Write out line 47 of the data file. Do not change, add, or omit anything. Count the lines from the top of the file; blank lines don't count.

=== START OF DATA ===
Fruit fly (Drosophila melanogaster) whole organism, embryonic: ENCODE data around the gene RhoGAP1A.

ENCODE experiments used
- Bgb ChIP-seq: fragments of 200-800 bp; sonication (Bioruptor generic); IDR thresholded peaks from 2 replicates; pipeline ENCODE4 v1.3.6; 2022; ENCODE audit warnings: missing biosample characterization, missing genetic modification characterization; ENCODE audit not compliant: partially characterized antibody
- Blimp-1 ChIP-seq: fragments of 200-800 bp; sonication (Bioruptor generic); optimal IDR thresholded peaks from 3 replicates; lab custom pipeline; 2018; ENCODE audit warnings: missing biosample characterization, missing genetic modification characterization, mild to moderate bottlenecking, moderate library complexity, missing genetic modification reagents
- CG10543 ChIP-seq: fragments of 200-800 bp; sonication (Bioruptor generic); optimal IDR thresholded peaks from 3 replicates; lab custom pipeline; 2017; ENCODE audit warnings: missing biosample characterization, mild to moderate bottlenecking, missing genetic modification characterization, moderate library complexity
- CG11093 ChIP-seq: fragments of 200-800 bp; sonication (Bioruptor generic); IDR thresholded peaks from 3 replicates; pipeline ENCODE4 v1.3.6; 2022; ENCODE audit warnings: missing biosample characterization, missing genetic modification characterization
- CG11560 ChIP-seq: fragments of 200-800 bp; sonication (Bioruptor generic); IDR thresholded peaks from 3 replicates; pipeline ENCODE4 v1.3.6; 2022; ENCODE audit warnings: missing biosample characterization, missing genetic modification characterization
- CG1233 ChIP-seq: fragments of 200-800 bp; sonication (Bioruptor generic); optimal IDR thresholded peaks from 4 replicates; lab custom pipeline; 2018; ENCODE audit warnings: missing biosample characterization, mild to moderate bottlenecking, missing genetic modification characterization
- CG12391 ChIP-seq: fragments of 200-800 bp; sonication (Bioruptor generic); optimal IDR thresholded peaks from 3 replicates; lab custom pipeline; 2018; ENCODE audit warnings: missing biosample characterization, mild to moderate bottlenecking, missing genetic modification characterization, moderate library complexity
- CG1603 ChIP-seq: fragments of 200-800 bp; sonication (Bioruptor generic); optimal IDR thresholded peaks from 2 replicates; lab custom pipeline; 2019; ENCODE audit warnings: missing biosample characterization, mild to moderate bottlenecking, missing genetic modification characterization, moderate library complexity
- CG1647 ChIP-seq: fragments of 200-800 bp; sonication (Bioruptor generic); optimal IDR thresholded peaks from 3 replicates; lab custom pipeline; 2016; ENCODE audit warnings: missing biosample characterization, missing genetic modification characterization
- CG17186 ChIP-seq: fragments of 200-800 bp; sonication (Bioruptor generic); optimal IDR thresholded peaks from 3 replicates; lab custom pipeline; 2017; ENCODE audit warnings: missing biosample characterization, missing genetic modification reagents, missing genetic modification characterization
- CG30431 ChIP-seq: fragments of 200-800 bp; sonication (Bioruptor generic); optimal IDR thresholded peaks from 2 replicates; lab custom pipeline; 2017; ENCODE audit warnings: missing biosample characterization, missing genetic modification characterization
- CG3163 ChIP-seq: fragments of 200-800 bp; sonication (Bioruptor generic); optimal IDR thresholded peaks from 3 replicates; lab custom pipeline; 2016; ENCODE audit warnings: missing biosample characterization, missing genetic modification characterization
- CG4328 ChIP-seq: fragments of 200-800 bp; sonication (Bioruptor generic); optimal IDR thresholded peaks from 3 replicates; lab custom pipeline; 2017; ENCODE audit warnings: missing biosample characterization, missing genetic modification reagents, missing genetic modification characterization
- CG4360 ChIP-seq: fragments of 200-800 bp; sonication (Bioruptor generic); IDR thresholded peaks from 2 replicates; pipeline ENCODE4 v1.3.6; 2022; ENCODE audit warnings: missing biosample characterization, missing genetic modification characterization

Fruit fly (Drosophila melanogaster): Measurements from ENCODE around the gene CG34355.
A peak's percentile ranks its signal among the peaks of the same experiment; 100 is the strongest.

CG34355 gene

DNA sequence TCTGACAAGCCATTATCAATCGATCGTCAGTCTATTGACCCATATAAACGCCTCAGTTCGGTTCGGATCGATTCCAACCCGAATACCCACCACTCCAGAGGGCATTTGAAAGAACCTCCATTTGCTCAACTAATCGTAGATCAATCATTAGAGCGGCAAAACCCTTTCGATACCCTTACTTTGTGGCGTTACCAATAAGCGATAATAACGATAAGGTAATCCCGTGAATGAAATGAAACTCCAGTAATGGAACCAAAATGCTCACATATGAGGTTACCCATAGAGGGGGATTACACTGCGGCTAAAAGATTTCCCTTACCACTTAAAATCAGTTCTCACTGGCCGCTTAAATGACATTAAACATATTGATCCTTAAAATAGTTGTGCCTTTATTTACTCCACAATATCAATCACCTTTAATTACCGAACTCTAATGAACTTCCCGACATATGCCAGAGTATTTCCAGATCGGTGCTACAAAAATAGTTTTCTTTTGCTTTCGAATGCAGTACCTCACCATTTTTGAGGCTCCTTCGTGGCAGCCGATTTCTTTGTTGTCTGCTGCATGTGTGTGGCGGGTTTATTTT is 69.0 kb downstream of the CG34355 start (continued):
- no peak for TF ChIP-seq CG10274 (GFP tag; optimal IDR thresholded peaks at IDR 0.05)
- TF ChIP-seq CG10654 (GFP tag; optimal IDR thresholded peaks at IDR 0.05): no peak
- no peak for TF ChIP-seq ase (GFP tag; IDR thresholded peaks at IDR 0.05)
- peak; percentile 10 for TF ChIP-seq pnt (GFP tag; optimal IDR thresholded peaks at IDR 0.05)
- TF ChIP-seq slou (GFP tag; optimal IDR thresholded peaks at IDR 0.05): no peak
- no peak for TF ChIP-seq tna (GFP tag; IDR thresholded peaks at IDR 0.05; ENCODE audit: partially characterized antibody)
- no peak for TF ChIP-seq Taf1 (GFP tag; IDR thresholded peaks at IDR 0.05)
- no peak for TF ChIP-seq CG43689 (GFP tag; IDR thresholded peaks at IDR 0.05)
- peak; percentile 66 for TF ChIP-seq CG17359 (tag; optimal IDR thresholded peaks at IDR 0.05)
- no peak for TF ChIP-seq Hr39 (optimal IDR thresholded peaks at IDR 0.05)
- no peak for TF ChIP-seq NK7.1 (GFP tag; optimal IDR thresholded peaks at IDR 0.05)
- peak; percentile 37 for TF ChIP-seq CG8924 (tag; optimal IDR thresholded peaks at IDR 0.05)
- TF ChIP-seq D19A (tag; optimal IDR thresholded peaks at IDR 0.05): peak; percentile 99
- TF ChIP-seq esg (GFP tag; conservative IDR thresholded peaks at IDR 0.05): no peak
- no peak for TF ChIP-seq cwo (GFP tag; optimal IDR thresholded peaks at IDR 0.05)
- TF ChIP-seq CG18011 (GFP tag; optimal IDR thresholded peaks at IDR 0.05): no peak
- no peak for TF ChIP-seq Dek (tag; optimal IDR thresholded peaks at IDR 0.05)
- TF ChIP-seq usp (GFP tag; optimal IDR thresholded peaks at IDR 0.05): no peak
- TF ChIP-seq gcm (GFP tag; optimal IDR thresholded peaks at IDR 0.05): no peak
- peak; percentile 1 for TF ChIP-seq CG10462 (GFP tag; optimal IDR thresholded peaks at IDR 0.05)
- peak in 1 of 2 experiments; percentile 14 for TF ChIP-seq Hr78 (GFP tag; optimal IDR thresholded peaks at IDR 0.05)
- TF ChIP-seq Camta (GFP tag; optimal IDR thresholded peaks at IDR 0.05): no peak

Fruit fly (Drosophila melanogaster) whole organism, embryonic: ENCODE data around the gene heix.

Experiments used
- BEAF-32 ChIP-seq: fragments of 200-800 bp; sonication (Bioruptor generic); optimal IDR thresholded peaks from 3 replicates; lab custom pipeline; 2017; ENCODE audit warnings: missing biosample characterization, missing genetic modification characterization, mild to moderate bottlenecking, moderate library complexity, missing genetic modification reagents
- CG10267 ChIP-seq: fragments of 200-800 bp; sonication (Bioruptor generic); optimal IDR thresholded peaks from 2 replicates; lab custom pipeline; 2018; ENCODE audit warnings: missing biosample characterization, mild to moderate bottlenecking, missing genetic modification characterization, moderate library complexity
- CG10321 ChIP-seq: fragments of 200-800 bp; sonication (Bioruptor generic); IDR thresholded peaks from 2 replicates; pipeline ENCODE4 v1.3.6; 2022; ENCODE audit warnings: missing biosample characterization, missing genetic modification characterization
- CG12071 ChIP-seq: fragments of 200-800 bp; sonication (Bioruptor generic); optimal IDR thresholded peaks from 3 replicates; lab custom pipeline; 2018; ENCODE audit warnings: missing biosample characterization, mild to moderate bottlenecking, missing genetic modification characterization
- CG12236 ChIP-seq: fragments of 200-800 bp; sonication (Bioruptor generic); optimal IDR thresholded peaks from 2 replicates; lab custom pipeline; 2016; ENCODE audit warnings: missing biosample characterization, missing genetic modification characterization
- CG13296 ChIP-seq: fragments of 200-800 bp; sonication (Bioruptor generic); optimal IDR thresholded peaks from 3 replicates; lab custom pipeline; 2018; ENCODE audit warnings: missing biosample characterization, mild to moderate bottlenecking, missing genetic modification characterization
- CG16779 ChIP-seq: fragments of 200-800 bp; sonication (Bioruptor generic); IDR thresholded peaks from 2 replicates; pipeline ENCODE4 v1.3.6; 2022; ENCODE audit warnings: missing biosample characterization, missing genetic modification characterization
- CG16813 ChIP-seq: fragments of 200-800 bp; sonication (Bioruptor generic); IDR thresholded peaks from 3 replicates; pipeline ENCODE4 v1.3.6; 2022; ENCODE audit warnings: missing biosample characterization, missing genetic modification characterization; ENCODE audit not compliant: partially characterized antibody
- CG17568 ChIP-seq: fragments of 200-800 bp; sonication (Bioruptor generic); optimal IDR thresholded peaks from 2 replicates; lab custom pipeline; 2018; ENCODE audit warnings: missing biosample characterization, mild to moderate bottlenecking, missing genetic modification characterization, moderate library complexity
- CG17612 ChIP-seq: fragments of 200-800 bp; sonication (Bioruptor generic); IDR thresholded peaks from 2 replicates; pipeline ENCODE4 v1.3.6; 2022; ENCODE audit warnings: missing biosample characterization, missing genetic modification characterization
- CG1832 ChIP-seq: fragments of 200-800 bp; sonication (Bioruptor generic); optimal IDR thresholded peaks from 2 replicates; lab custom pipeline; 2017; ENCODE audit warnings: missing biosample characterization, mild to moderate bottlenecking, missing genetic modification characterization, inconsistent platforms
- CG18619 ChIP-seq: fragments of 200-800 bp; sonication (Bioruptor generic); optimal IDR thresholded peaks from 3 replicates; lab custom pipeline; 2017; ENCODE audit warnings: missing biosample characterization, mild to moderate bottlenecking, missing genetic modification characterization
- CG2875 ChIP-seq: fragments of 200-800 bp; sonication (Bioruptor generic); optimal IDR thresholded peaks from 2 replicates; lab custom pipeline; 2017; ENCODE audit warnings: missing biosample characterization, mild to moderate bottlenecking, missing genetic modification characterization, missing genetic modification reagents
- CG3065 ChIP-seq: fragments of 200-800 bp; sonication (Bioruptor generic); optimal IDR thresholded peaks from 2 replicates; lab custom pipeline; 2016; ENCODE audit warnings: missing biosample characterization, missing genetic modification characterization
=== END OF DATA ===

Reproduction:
- CG10321 ChIP-seq: fragments of 200-800 bp; sonication (Bioruptor generic); IDR thresholded peaks from 2 replicates; pipeline ENCODE4 v1.3.6; 2022; ENCODE audit warnings: missing biosample characterization, missing genetic modification characterization